The fact of being an island means that there will always be parts of the Irish economy that are organised to a significant, even primary, degree on an all-Ireland basis.
Agriculture and electricity are among the markets that are inextricably tied to geography.
In recent weeks, when there was controversy about cross-border alignment before the Brexit talks moved to the next stage, electricity was cited as a field in which alignment was not controversial.
Now the new all-Ireland electricity market is being linked to the shock news that most of Kilroot power station is set to close and parts of Ballylumford too.
This is both alarming tidings for the hundreds of employees at the two Co Antrim sites and unsettling news for Northern Ireland as a whole.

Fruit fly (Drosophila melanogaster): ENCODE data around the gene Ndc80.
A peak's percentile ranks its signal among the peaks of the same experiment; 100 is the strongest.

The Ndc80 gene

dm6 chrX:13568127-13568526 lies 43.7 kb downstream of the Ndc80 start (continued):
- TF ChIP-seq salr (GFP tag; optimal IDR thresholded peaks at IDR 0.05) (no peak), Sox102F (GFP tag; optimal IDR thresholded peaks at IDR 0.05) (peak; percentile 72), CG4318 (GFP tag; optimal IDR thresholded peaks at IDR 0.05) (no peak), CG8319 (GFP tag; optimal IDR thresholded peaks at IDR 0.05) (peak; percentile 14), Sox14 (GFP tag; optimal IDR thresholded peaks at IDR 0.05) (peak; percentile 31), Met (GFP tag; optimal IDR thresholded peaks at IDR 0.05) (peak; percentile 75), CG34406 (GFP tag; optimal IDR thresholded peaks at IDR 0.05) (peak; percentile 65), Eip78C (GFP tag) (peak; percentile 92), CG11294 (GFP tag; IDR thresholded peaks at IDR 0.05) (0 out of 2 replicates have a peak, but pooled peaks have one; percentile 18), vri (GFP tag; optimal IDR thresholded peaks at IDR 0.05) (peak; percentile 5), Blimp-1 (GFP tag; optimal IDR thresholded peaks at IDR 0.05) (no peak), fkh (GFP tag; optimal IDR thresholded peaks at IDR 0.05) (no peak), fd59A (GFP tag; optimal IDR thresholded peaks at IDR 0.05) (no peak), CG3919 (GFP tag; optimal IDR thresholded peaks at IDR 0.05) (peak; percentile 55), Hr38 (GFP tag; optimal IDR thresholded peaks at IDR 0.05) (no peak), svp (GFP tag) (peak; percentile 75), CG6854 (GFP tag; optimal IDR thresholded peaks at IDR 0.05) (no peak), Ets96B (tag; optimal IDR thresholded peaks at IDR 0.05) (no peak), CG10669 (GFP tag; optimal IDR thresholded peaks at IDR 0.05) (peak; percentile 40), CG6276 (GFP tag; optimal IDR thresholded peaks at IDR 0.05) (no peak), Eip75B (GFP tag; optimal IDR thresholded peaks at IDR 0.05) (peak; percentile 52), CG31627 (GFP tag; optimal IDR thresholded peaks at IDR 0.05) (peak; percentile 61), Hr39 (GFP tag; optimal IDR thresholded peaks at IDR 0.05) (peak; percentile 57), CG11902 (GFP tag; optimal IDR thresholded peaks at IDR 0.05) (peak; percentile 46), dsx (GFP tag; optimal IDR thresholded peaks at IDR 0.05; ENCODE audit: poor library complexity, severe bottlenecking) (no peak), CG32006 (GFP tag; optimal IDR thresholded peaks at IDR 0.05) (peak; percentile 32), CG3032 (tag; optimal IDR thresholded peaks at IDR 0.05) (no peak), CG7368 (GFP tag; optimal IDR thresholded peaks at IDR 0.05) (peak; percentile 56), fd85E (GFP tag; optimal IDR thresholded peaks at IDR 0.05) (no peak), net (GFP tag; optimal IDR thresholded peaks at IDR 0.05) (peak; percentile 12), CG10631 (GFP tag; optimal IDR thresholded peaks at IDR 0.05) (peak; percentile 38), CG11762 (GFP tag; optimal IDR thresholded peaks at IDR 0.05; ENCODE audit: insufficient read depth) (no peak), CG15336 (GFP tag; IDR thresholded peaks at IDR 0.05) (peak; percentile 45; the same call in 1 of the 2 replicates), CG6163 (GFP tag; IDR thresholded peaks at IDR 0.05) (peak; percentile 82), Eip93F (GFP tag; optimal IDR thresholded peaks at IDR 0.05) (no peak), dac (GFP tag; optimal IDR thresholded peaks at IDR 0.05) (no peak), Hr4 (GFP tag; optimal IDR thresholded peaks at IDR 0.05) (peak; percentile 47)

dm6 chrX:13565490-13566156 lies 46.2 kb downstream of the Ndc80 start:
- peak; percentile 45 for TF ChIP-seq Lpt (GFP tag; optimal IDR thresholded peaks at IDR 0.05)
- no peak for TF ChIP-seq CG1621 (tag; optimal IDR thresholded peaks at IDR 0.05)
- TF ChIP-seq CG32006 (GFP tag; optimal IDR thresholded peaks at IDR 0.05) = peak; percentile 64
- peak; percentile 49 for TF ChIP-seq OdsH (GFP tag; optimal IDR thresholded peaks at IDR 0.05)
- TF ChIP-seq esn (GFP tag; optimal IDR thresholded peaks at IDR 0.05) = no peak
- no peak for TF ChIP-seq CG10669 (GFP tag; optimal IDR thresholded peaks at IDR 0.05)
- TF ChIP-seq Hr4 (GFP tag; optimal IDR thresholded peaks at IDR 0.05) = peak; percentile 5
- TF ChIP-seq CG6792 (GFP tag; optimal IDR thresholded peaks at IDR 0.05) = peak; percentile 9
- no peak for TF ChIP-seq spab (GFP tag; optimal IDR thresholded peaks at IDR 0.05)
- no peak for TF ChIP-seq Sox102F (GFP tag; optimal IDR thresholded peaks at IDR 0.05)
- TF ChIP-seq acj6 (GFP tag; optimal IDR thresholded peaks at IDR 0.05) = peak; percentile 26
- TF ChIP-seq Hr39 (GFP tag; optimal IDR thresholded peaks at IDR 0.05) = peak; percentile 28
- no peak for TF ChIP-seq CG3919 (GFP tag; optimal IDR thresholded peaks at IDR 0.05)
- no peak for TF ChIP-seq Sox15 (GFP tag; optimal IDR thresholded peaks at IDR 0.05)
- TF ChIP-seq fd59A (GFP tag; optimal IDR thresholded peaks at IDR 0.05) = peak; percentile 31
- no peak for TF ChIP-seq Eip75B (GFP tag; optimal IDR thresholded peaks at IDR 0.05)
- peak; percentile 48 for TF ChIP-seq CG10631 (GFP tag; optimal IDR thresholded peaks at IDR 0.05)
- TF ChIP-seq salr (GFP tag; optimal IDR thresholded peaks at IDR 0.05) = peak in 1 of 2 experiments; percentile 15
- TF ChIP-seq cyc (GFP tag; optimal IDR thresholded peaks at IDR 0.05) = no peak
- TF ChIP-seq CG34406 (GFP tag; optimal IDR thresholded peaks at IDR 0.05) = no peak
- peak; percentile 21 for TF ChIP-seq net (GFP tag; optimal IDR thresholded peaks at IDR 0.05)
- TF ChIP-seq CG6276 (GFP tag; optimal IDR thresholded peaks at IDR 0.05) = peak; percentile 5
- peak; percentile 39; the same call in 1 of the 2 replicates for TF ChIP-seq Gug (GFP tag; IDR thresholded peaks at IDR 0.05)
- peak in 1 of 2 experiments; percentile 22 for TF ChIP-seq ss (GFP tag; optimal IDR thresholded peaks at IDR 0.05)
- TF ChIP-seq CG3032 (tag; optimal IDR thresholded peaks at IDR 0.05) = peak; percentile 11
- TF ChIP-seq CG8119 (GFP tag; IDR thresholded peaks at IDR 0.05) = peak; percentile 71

Not only are there now questions about the security of Northern Ireland’s electricity supply, as our report in today’s edition explains, but there are specific questions about the political correctness that has dictated policy on both sides of the border.
For example, while the increased amount of electricity generated by renewables is on the whole necessary and welcome, it is to some extent achieved by bribing landowners to erect wind turbines, which is not.
Some people have found that they have a huge turbine close to their home.
There has also been an almost complete reluctance, in Dublin and Belfast, even to contemplate nuclear power. This is a major energy component in Great Britain and provides most of the energy in France, and ruling it out on this side of the Irish Sea greatly reduces the available options.
These are medium and long term policy matters, but urgent nonetheless.
In the meantime, there will be intense and appropriate scrutiny of the System Operator Northern Ireland decision, which has run the first auction of the new all-island market that has led to this surprise development.